[5] Just to point out too that this is not a question of assessing ‘prior knowledge’, and pitching interpretation accordingly. It is also not about giving visitors credit for not being stupid. The way in which we use both notions is still in support of communicating our messages. What I’m talking about here is a fundamental acknowledgement of people’s existing connections to sites, and their sovereign right to that heritage.

[6] In another interesting twist on the critique of Tilden’s principle, Staiff pointed out that, ‘information is interpretation’ (p. 39), and ‘facts…are themselves an interpretation’ (p. 38). He’s absolutely right. And not just in Tilden’s sense that ‘all interpretation includes information’. As Staiff writes, ‘To name is to interpret’ (ibid).

[7] Yes, that information has to be presented in an accessible way (as Staiff also pointed out, p. 38). But communication isn’t – or at least should not be – the distinguishing foundation of interpretation as a heritage practice. Lots of disciplines are based in communication: presenting information and messages in an accessible or persuasive way – like marketing, or journalism (it’s no surprise Tilden was a journalist). This focus on communication as the conceptual foundation for interpretation leaves out a lot of things that to me seem much more important to interpretive practice. I’m sure I’ll come back to this on this blog at some point.

[8] More research is needed to test whether my findings will be replicated at other sites.

[9] Of course, there is a lot more to this: how do we go about capturing ‘all the information’? How about the conflicts between information? And what about the differences in sites? What about those visitors whose heritage it is not, and who have no other connection to the site than having read about it in their guidebook (or worse, just having stumbled across it)? What about foreign visitors, or people that are not even on site? What does ‘information’ do to the power balance – can it really fix it? I do have some thoughts on all these questions and will surely blog about them at some point too. But I’m conscious this is a blog, not an academic monograph.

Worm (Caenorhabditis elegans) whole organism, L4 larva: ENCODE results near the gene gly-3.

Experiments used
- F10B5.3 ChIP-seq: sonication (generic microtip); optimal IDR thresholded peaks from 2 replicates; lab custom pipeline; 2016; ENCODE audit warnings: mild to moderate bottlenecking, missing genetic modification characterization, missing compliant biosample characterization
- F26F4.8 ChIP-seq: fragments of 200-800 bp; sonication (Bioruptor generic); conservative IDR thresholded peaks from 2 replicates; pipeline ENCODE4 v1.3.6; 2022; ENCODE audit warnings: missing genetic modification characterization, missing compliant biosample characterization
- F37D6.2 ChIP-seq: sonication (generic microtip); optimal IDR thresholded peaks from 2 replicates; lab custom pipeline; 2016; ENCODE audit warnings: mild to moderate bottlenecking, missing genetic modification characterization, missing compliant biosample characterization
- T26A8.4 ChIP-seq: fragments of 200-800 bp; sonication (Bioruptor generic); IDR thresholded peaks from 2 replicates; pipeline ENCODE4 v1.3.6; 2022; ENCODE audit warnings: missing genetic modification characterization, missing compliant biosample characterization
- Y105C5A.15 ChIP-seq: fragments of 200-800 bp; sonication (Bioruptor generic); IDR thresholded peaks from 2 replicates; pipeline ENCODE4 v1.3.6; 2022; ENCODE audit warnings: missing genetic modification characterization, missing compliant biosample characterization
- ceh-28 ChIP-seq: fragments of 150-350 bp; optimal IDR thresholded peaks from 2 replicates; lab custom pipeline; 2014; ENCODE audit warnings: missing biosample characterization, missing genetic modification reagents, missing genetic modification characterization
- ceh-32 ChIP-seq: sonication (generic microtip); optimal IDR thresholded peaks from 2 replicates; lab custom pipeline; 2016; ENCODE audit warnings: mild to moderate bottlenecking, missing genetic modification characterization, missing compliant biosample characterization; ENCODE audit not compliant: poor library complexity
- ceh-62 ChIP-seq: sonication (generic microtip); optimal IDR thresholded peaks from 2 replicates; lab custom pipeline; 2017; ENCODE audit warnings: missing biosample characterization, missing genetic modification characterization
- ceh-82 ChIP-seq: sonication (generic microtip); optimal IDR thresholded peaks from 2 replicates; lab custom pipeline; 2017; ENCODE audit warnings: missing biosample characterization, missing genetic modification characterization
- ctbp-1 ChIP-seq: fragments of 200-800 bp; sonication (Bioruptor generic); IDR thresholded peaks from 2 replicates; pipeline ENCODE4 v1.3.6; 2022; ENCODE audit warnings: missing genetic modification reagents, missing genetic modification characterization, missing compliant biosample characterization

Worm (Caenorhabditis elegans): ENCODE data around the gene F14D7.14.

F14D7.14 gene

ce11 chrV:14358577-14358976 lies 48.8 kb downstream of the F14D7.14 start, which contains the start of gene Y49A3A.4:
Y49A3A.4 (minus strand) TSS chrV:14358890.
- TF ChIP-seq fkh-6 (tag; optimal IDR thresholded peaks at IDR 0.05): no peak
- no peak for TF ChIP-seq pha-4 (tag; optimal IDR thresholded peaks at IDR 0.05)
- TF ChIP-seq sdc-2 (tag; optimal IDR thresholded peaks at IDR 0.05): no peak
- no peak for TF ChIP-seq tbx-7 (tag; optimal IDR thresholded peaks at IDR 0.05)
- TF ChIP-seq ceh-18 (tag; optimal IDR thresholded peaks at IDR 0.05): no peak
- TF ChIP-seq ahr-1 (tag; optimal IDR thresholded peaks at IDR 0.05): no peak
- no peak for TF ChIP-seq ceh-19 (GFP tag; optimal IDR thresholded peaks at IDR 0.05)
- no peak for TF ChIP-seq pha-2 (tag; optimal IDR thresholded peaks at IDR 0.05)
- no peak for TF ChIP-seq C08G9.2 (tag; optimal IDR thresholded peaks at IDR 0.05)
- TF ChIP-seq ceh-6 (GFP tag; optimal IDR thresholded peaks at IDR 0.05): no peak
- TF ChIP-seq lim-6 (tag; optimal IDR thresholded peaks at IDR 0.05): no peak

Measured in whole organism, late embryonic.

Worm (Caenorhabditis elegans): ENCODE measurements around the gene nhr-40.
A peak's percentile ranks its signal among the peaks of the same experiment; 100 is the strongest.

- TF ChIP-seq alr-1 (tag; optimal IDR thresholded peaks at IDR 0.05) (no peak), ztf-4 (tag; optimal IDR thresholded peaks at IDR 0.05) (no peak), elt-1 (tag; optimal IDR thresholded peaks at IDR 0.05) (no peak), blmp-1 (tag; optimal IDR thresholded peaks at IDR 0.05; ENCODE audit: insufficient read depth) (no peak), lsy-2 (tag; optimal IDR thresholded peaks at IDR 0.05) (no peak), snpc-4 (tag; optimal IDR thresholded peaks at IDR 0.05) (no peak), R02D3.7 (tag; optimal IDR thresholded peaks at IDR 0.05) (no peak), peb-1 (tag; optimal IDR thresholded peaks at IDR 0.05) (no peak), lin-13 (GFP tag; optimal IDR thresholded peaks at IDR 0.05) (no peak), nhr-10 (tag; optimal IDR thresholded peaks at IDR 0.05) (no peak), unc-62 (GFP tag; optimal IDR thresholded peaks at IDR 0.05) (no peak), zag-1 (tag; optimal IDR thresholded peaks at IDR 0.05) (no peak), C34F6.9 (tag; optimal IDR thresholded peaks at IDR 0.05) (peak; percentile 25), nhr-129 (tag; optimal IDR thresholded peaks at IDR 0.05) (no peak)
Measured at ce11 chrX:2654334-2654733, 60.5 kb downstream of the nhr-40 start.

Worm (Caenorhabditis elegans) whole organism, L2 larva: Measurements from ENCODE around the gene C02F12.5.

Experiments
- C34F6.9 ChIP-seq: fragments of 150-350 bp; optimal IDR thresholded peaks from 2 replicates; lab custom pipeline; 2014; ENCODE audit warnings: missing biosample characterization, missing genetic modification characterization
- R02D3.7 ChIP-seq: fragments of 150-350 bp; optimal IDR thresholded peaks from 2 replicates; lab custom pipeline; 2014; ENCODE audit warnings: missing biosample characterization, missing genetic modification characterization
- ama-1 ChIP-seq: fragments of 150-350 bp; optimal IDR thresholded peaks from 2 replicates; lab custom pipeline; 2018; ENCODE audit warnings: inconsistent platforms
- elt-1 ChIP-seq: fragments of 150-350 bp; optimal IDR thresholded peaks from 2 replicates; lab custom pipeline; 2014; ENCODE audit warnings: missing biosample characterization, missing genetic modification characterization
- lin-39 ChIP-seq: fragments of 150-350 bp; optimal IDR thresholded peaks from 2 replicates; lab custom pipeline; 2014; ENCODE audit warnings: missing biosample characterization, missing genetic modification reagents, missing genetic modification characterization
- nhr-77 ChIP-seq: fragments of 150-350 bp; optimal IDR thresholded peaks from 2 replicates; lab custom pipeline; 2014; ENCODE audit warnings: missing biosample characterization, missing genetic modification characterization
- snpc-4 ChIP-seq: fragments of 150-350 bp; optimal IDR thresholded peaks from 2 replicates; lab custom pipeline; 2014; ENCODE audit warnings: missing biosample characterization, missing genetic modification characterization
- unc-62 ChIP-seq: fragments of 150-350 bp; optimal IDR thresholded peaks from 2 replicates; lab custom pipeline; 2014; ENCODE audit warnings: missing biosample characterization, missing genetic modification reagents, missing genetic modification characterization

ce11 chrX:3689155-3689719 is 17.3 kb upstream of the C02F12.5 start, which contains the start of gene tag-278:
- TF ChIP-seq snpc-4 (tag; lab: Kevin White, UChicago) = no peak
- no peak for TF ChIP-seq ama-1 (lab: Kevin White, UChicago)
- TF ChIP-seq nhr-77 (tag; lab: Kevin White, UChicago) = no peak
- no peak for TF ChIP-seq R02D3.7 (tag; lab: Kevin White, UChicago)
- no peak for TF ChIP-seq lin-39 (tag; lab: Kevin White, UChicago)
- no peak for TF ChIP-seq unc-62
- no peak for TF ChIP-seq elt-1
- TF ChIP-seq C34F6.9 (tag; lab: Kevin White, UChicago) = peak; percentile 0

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As I continue to plough my way through transcribing the visitor interviews that I’ve done at Museum und Park Kalkriese in Germany I am struck by one observation: a lot of visitors refer to ‘the presentation’.  They came because they wanted to see how the story was ‘presented’.  They liked ‘the presentation’.  ‘The presentation’ was excellent.

Contrast this to the relative silence when I probe them about what they take away from their visit, and I wonder if there is something going on here. If ‘the presentation’ is that good, then why does it appear to have left them completely cold?

Of course, this could simply be a wider cultural issue.  Germans may just turn out to be much more reserved when it comes to history.  Or, they may simply be reserved when it comes to the history of this particular site [1].  I am planning to do visitor interviews at a related, but less regimented site next year to test this.

However, I am reminded of what I learnt during my studies in art: If the audience thinks about the medium, then you’ve lost them.  If they think about how you’ve cut your film or created your scene, then they’re no longer in the story, and your film has failed.  It’s that simple.

Is the same true for interpretation?  If all visitors can think of when you ask them about their visit is how you’ve told the story, does that mean that they’ve actually not connected to the story at all?  This could be a matter of medium: it may be clunky, and draw attention to itself.

Or, and this is what I think may be going on in Kalkriese, it may be that your medium is indeed excellent, but what you’re telling is just not the whole story, or it isn’t what has meaning to visitors.  There have been several occasions where visitors almost seemed to censor themselves, and tell me what I think they believe they are expected to feel, or have learnt, or say.  The way in which the interpretation at Kalkriese was put together was marked by what seems an overwhelming fear that the site will be misused and misappropriated by nationalists.  Consequently, the tone in the exhibition is constantly tempered by relativism, caution, and an almost obsessive focus on material evidence [2].  The result is an exhibition that does not, ultimately, disinterestedly present facts, but one which is oddly misbalanced and focussing on the side which was defeated in the battle [3].  I cannot help but feel that this must have an impact on the way visitors respond to my questions.